From BR Bullpen
Kazuto Tsuruoka (The Godfather) known as Kazuto Yamamoto from 1946-1958
- Bats Right, Throws Right
- Height 5' 8", Weight 150 lb.
- High School Hiroshima Shogyo High School
- School Hosei University
- Born July 27, 1916 in Oshima-gun, Yamaguchi, Japan
- Died March 7, 2000
Kazuto Tsuruoka began his professional baseball career in 1939 with the Nankai club of the Japanese Professional Baseball League. Tsuruoka hit .275/.403/.470 and led the JPBL with 10 homers, an impressive feat for a rookie. Kazuto then missed 6 years of his prime as he was drafted into the Imperial Army and served his country during World War II. He returned to the diamond in 1946 with Nankai, now called Kinki Great Ring. He batted .314/.422/.446, not missing a beat and leading the league with 95 RBI in 104 games. He stole 32 bases in 40 tries as well and was named MVP. He also became manager that year and managed his team to the title. In 1947 Tsuruoka hit .279/.390/.411 and led the JPBL with 79 walks, his third different category led in in his first three seasons. At age 31-32, he batted .305/.399/.434 and stole 23 bases in 27 attempts, managed his team (now called the Nankai Hawks) to another pennant and was named MVP for the second time, the third player to be so honored. In 1949 the third baseman batted .289/.380/.473 with a career-best 17 homers. The 4th-place finish that year would be the worst by a Tsuruoka-managed team for 18 years as they never finished below second again until 1967.
1950 saw the introduction of the two-league system in Japan and Kazuto's Hawks finished second in the Pacific League as he hit .286/.379/.471. A year later the Hawks began a run of three straight PL titles though they lost the Japan Series each time. In 1951 Tsuruoka made the first All-Star team, won his third MVP award (the first man in Japan to win it that many times) and hit .311/.363/.396 while managing his club to the title. Kazuto was again an All-Star in 1952 as he hit .279/.350/.426. It was his final year as a player - his career statistics were .295/.390/.439.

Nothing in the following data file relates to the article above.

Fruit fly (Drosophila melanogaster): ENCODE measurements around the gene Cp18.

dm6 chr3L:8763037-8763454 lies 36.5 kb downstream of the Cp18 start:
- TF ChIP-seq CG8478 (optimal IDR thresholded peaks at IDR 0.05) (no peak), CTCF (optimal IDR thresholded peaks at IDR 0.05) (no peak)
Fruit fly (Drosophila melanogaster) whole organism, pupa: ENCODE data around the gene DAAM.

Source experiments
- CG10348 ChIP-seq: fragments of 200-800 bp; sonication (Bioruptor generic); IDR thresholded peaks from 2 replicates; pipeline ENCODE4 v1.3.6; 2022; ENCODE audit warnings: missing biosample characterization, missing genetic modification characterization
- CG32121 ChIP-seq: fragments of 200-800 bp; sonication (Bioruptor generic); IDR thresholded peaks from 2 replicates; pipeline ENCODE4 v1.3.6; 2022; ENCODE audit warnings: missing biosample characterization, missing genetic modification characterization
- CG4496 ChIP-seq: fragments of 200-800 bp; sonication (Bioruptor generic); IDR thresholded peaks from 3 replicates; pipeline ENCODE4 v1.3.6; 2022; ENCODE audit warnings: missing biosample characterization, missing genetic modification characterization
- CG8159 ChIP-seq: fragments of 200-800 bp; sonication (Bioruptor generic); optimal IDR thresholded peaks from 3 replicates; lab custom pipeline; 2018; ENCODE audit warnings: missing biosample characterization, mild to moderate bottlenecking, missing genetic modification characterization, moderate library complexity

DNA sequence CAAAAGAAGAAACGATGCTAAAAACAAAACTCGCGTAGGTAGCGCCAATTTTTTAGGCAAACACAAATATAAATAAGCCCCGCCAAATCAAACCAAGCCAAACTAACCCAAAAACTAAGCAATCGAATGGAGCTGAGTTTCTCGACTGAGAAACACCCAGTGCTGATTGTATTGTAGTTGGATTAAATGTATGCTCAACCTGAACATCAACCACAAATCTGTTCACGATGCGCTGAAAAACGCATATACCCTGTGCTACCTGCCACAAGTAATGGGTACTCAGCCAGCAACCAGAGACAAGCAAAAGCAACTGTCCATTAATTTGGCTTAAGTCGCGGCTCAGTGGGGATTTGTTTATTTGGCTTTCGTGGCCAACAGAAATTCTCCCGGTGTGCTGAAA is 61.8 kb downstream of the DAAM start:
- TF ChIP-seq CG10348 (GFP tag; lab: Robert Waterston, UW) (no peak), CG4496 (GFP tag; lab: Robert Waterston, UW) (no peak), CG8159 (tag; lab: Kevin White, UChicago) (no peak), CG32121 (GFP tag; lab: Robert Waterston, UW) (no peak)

After 1952 Tsuruoka became Nankai's manager full-time. He led them to pennants again in 1953, 1955, 1959, 1961 and 1964-1966. His club only won the Japan Series twice, in 1959 and 1964. On the latter occasion, Kazuto pulled the risky move of starting Joe Stanka the final two games, but the move paid off, as he threw shutouts both times. Tsuruoka was inducted into Japan's Baseball Hall of Fame in 1965. He helped set up Japan's farm system and took an active role, personally scouting Katsuya Nomura, who would go on to be Nankai's best player and talking Masanori Murakami out of returning to Major League Baseball. He was highly respected by his players, including foreign players, often known for being critical of Japanese managerial tactics and style.
Overall Tusuruoka's clubs won 11 pennants and went 1,773-1,140-81 in the regular season. No manager in the history of Nippon Pro Baseball ever won more games.
Tsuruoka is famous for saying "there is money to be made on this field."
Main source: www.japanbaseballdaily.com by Gary Garland